Bottom line: The newest book in a well-established series, Dreadfully Ever After, is undeniably fun, well-written and engaging. I definitely recommend it, even if you’re not typically a reader of zombie lore.


The Book Thief, by Markus Zusak

 

via Random House

Sometimes a book, let’s say a seemingly innocent young adult novel, comes along and sucks you in. It enchants you with real, faulted characters and beautiful descriptions. It chews you up, peppering the story with loss and grief, and soothes your wounds with stories of friendship, acceptance and love. Ultimately it spits you out, tears sliding down your cheeks, and you realize that the standard to which you hold literary fiction has been irrevocably raised.

The Book Thief’s back cover sets it up as the story of a young girl who steals books in Nazi Germany. The danger comes when her foster parents decide to hide a Jew in their basement. The simplicity of the blurb is deceptive, and you realize this right off the bat when the story is introduced and told by none other than Death himself.

 

As is only appropriate when the narrator is Death, the style of storytelling is a bit unorthodox. Surprises in the plot are leaked before they actually happen, but I was surprised to find that those leaks, while shocking, just drove me on in my reading, rather than spoiling the story. Things within the text are described in a way that is wholly unfamiliar. Zusak had a tendency to turn words into objects; “Her voice was like suicide, landing with a clunk at Liesel’s feet…” Death gave life to things as ordinary as the sky; “The last time I saw her was red. The sky was like soup, boiling and stirring. In some places, it was burned. There were black crumbs, and pepper, streaked across the redness.”

All of these things added to the beauty and complexity of the story, and I haven’t even told you about the plot yet. The story of Liesel Meminger begins on a train. Death has just taken her younger brother en route to their new foster parents. In the first 30 pages of the book, Liesel loses her mother and brother, is thrust into the arms of a strange new family (the Hubermanns), and steals her first book, though she can’t yet read.

As the story progresses, tentative bonds are formed and strengthened, friends are found, and Liesel begins to grow more confident in her new life. The story is full of darkness but its redemption lies in the strength of its characters. Liesel and her friend Rudy could have been kids in my neighborhood growing up. They resonate a believable familiarity that keeps the book relatable in the  midst of incredible events.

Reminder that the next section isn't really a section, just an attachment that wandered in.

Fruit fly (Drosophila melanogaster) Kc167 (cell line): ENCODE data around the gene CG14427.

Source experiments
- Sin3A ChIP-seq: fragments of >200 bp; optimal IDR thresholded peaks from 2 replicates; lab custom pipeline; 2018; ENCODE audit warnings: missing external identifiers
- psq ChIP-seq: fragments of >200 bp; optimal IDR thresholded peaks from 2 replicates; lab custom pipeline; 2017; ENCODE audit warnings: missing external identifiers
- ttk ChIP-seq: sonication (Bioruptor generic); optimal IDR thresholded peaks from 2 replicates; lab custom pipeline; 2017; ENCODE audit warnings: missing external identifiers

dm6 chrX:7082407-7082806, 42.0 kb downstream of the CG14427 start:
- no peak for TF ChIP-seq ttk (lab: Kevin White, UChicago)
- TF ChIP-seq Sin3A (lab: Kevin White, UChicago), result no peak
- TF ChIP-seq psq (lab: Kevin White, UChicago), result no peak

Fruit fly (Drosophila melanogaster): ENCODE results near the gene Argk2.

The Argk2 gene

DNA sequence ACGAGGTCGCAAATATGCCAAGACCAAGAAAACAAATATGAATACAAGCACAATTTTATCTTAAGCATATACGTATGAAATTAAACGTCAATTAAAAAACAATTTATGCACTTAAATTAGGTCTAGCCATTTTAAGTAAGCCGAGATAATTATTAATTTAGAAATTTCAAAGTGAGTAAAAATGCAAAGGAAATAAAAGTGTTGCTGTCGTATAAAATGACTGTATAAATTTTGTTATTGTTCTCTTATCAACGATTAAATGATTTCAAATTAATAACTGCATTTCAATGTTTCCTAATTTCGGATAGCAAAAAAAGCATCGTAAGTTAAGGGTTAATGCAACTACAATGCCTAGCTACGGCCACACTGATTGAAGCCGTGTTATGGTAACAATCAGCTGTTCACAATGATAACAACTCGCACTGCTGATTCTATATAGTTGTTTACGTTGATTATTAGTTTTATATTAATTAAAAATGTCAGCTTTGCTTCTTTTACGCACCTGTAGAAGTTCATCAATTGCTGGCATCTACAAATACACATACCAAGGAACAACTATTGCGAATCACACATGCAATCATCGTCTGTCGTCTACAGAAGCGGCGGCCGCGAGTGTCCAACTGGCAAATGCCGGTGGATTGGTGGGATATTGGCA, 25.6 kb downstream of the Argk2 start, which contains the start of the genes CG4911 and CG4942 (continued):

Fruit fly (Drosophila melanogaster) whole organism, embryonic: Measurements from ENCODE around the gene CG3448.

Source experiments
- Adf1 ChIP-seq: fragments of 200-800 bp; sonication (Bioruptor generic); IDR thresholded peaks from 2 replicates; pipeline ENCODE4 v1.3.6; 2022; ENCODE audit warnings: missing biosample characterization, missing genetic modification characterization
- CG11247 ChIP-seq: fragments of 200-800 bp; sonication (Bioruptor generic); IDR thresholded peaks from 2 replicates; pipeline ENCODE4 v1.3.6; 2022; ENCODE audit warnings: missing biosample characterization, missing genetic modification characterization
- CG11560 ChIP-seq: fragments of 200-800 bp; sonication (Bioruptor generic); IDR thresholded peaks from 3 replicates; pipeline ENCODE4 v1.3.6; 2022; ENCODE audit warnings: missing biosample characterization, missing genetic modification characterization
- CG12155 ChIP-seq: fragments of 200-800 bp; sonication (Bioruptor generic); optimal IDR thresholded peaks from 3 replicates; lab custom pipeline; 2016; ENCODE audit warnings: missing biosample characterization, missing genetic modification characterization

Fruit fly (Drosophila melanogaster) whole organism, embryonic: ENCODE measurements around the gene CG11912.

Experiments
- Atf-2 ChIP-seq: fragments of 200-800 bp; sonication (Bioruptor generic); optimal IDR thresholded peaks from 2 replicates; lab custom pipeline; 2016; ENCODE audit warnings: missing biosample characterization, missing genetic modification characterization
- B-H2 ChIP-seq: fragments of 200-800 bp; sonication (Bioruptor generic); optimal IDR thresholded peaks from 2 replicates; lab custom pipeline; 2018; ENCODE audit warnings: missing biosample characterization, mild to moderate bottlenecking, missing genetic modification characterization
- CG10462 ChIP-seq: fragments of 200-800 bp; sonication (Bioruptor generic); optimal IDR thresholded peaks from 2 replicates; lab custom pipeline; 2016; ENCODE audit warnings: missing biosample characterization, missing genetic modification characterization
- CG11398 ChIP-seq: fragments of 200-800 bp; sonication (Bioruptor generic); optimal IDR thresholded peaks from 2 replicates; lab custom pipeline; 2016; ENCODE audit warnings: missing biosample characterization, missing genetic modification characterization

A Jew, Max Vandenburg, shows up at Liesel’s house in the middle of the night. The reason, we learn, has everything to do with Hans Hubermann’s stint in WWI, his friendship with a Jewish soldier, and a promise made to that soldier’s widow upon Hans’ return to Germany. Max is the son of that Jewish soldier, and he is now in need of the help promised to his mother so many years ago, and so the Hubermans take him in, hide him in the basement, and Liesel’s education begins in ernest.

Liesel learns more important lessons in the basement of her foster parents’ house than she does at school. It is where she learns to write, it is where she begins to identify with a Jew while his brethren are being marched through town on their way to Dachau, and it is where words ultimately save her life.

Bottom line: In spite of The Book Thief‘s technical categorization of Young Adult, I would recommend it to anybody who is looking for a book full of beauty and struggle. I will warn you: I read the end of the book through a blur of tears, but it was definitely worth it.

Listen to Markus Zusak talking about the book here:


One City, One Book Spring 2011: Neverwhere, by Neil Gaiman

Hey fellow Chicagoans! Listen up, yous guys.